Chains for winter mountain travel | OVERLAND BOUND COMMUNITY

Chains for winter mountain travel

  • Hi Guest, you may choose a LIGHT or DARK theme that works best for you with the "Style Chooser" button at the bottom left on this page!
  • HTML tutorial

Superfishal

Rank II

Enthusiast III

473
Annapolis, MD, USA
First Name
Scott
Last Name
Alan
I need to get chains for my Jeep JLU rubicon diesel. I have 17” wheels with Nitto Ridge grappler 35” tires..2.5” AEV lift…anyone have real world experience and recommendations for road legal chains to navigate the Rocky Mountains?
 
Last edited:

M Rose

US Northwest Region Director
Benefactor
Member
Expedition

Advocate III

5,584
La Grande, Oregon, USA
First Name
Michael
Last Name
Rose
Member #

20990

Ham Callsign
KJ7MFV
Service Branch
US ARMY Retired
I only run V-Bar linked ladder chains… they have worked very well for me since I started using them in 1997.
 
  • Like
Reactions: El-Dracho

El-Dracho

Mid Europe Member Rep Germany
Member
Expedition
Supporter

World Traveler II

9,320
Lampertheim, Germany
First Name
Bjoern
Last Name
Eldracher
Member #

20111

Ham Callsign
DO3BE
You also explicitly asked about what is roadlegal. I can't say anything about that, because I don't know the regulations in your country.

In addition to the basic legal regulations, sometimes we also have some binding specifications in the vehicle documents over here. Primarily concerning the free movement of the wheels in the wheel housing with the chains. Whereby, well, common sense says that they must be absolutely free to move. I would always try this before using the chains.

From my experience, it's generally a good idea to use high-quality snow chains that can be installed relatively quickly. For a heavy off-road vehicle it may be something better. Here is a practical tip. It's best to practice putting on snow chains at home in a warm place. In cold weather and driving snow, this can otherwise be an annoying affair. And please remember using work gloves and take care of your safety, especially when mounting on the side of the road. Think safety, please.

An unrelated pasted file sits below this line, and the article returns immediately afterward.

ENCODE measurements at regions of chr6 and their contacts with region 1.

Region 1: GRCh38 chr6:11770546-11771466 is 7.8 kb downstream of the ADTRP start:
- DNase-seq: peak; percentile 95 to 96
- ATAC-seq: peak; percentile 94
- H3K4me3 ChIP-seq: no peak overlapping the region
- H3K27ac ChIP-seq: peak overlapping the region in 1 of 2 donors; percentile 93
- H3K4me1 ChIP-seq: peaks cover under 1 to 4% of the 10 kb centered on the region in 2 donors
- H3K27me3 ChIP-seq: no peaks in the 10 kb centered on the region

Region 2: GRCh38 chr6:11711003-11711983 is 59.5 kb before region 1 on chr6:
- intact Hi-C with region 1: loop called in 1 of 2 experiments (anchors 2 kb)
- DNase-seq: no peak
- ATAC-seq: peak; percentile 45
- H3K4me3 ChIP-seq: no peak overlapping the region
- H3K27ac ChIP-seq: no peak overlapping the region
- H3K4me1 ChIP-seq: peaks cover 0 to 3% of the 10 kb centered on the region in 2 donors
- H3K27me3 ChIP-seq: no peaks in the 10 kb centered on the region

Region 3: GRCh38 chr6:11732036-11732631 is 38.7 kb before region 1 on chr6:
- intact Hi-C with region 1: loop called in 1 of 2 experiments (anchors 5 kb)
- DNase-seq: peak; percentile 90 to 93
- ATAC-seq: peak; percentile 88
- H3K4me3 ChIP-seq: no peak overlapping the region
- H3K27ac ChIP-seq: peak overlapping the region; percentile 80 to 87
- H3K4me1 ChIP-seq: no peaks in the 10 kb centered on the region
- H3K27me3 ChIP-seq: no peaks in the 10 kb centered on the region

M Rose

US Northwest Region Director
Benefactor
Member
Expedition

Advocate III

5,584
La Grande, Oregon, USA
First Name
Michael
Last Name
Rose
Member #

20990

Ham Callsign
KJ7MFV
Service Branch
US ARMY Retired
You also explicitly asked about what is roadlegal. I can't say anything about that, because I don't know the regulations in your country.

In addition to the basic legal regulations, sometimes we also have some binding specifications in the vehicle documents over here. Primarily concerning the free movement of the wheels in the wheel housing with the chains. Whereby, well, common sense says that they must be absolutely free to move. I would always try this before using the chains.

From my experience, it's generally a good idea to use high-quality snow chains that can be installed relatively quickly. For a heavy off-road vehicle it may be something better. Here is a practical tip. It's best to practice putting on snow chains at home in a warm place. In cold weather and driving snow, this can otherwise be an annoying affair. And please remember using work gloves and take care of your safety, especially when mounting on the side of the road. Think safety, please.
The sets @Billiebob and I are recommending are DOT… which means they are 50 state legal